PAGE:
We had finished our preparations. I’d checked the microphone levels with the sound technician at the venue. We had loaded all the visuals supporting my talk into the theatre’s projection system. The script? I knew all the stories by heart. Everything seemed ready for my presentation about the Battle of Vimy Ridge. Suddenly, everything changed. A woman entered the theatre and then came out of the box office shaking her head. I spotted her and asked what was wrong.
“Oh, it’s nothing,” she said. “I just wanted to talk to tonight’s speaker, but there are no tickets left, so I guess I’m out of luck.”
“I’m the speaker,” I said. “What was it you wanted to say?”
“It’s a story about the sculpture on Vimy Ridge,” she said.
I thought I knew most of the story about how Canadian sculptor Walter Allward had come to carve that magnificent limestone memorial atop Vimy Ridge. I knew that in 1923 the government of France had offered Canada 250 acres near the military position known as Hill 145 for the erection of a monument commemorating the exploits of the Canadian Corps in the Great War.
I’d heard that “on an envelope out of his pocket and in a few bold pencil strokes (Allward had) indicated the general idea of two towering pylons of stone.” I knew that Allward, had begun working in earnest on his design at age 44, that he had assembled 150 different drawings, and that his design, when chosen by the Canadian Battlefields Memorials Commission, would take a dozen years to create.
“I saw a great battlefield,” Allward claimed, recalling a vision he’d had in a dream. “I saw thousands marching to the aid of our armies. They were the dead. They rose in masses and filed silently by and entered the fight to save the living. … I have tried to show in this monument to Canada’s fallen, what we owed them.”
I had learned that Allward’s sculpture required 11,000 tonnes of concrete, reinforced by hundreds of tonnes of steel. The memorial itself – about 200 feet square at the base and about 125 feet high – consisted of 6,000 tonnes of limestone from an abandoned Roman quarry on the Dalmatian coast.
I knew that Allward’s two pylons would depict the principles of Faith, Charity, Honour, Peace, Justice, Truth, Knowledge and Sacrifice in human figures, and that atop the wall of defence with its 11,285 inscribed names of the dead, would be “Canada Bereft” (a.k.a. Mother Canada) mourning her dead.
“We have to contemplate a structure which will endure in an exposed position, for a thousand years,” Allward said, “Indeed, for all time.”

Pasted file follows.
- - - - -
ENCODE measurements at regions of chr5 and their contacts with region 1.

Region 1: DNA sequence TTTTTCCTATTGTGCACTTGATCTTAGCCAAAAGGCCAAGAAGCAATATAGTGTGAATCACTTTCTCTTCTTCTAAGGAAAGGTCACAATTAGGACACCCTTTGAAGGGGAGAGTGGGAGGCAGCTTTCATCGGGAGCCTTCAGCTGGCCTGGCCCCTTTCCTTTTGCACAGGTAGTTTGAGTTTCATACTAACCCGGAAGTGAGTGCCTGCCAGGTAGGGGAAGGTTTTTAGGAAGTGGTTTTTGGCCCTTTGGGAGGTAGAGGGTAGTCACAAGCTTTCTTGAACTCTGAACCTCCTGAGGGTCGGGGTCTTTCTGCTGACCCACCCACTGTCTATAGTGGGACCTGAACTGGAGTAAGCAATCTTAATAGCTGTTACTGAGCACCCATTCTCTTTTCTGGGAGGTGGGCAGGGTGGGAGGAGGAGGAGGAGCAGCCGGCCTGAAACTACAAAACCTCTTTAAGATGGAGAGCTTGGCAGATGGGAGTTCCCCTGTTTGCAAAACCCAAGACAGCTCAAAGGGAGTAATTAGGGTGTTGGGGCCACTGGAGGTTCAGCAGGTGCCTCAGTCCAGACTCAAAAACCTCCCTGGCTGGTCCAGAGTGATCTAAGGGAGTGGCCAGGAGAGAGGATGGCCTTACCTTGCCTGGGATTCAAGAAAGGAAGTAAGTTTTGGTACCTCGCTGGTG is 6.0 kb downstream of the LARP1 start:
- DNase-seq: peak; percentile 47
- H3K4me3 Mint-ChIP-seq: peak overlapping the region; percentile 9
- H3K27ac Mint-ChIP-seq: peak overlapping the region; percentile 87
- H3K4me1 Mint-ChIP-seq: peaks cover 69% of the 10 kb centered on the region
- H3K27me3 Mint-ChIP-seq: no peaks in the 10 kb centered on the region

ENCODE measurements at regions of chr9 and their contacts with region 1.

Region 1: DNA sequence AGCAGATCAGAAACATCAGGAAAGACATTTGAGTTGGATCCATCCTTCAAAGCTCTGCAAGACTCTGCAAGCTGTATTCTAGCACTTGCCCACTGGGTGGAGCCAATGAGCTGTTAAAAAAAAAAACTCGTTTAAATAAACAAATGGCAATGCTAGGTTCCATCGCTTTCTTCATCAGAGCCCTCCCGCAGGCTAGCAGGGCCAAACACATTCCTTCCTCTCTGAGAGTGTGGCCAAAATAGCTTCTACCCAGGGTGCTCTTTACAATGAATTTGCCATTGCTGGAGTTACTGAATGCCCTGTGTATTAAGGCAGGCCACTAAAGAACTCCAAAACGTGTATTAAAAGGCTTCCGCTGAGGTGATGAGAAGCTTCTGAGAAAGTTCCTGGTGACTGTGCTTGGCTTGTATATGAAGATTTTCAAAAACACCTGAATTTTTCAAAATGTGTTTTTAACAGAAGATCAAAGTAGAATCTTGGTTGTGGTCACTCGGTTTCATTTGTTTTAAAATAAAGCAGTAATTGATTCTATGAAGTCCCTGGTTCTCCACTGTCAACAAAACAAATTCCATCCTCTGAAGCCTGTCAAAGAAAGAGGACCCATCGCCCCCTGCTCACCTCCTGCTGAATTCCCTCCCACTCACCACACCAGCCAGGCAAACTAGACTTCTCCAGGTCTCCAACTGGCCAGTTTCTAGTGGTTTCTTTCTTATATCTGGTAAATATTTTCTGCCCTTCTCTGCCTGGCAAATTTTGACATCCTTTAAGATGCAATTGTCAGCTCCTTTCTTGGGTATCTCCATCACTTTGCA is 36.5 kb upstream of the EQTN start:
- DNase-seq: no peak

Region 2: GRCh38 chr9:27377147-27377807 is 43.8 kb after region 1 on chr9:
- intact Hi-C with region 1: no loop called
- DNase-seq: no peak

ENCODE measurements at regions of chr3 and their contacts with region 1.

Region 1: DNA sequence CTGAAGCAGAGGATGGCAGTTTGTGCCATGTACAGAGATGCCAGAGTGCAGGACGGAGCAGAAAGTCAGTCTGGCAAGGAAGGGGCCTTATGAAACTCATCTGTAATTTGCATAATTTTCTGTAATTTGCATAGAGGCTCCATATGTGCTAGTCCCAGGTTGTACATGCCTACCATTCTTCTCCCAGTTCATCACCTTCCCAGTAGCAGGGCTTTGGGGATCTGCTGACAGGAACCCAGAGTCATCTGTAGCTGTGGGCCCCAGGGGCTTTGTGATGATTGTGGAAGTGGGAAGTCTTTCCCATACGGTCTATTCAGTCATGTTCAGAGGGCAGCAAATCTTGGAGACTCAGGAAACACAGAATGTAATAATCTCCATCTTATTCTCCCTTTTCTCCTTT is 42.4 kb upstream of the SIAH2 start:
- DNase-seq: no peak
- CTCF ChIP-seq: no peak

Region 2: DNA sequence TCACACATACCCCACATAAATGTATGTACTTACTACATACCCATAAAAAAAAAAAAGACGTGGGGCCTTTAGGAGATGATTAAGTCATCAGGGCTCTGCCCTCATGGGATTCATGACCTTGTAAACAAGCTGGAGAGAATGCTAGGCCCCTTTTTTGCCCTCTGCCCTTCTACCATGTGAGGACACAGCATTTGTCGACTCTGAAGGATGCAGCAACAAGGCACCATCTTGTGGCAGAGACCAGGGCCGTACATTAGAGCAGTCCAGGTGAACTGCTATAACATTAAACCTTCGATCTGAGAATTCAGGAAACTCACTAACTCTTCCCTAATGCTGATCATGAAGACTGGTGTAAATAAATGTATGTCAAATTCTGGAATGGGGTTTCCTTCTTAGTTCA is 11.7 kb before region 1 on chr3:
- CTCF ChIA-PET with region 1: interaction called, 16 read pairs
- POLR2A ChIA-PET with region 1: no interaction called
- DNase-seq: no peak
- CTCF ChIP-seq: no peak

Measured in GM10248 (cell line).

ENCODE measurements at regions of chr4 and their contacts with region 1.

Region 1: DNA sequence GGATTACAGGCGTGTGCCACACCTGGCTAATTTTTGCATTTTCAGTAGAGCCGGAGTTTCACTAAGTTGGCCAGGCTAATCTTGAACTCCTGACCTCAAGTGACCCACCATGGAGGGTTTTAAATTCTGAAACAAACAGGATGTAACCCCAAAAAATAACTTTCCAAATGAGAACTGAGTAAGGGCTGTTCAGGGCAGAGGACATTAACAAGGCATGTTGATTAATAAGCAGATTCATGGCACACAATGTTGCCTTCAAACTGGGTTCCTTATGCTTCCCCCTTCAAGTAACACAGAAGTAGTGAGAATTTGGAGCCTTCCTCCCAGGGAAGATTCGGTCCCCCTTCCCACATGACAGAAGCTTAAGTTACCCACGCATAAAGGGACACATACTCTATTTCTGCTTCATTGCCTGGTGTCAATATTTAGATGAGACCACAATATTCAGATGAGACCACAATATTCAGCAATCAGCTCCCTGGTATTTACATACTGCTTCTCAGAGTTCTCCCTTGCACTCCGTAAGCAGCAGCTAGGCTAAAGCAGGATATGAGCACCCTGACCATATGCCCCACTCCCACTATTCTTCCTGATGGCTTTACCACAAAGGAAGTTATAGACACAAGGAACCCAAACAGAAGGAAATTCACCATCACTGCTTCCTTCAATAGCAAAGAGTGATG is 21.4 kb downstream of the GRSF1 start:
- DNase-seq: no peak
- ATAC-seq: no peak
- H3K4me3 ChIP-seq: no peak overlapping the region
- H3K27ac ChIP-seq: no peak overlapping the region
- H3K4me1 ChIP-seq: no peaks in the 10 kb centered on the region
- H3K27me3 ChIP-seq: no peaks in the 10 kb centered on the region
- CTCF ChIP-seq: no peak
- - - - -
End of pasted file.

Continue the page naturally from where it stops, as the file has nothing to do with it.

All that I had learned from years of reading and recording. But in all my research, I had never heard what this woman I’d just met in the lobby of that theatre in Sherwood Park, Alberta, told me a few weeks ago.
That’s when Rosemarie Biggs offered me a piece of history about Vimy I didn’t know. She began by describing the life of Edna Jennings, a young artist, whose only ambition was to become a professional dancer in the early days of the 20th century. When she got her chance, in the 1920s, she toured with a dance troupe around Britain.
Suddenly, Rosemarie Biggs lamented, Edna fell ill with typhoid fever. Doctors told her to retreat to her bed to convalesce, or die. As she waited at home for her strength to return, a dancing pal named Joy visited her and told her about an advertisement in a theatre magazine. An artist visiting England needed female models for a piece of art he was designing. Joy had actually gone to a modelling audition, but was told her body shape didn’t suit the artwork, that “her shoulders weren’t broad enough.” Biggs said that Edna Jennings visited the artist and while modelling even had her shoulders measured with callipers.
“It turned out Edna’s shoulders were just what the artist was looking for,” Biggs told me. “The artist was Walter Allward and his planned figure was to be part of his monument on top of Vimy Ridge.”
“You mean Edna was the model for Mother Canada?” I confirmed.
“And I am Edna’s niece,” Rosemarie Biggs said proudly.
Later that night, as I completed my Vimy presentation on the theatre stage and received generous applause from that Alberta audience, I bowed in thanks and said that the Vimy story continues to deliver even in 2017. I related the story that Rosemarie Biggs had given me that very afternoon. And thanks to a gracious gift from some bandsmen, Rosemarie had received a ticket to our show.
The lights of the theatre came up as I introduced her in the balcony:
“Ladies and gentlemen, please welcome Rosemarie Biggs, the niece of Edna Jennings, whose broad shoulders are captured forever in the sculpture of Mother Canada on Vimy Ridge.”